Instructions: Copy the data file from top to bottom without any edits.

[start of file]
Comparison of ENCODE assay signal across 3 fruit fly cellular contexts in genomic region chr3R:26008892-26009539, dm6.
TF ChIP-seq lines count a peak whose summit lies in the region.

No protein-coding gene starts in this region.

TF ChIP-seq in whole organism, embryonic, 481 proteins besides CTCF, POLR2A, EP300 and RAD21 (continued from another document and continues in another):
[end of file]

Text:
Comparison of ENCODE assay signal across 3 fruit fly cellular contexts in genomic region chr3R:26008892-26009539, dm6.
TF ChIP-seq lines count a peak whose summit lies in the region.

No protein-coding gene starts in this region.

TF ChIP-seq in whole organism, embryonic, 481 proteins besides CTCF, POLR2A, EP300 and RAD21 (continued from another document and continues in another):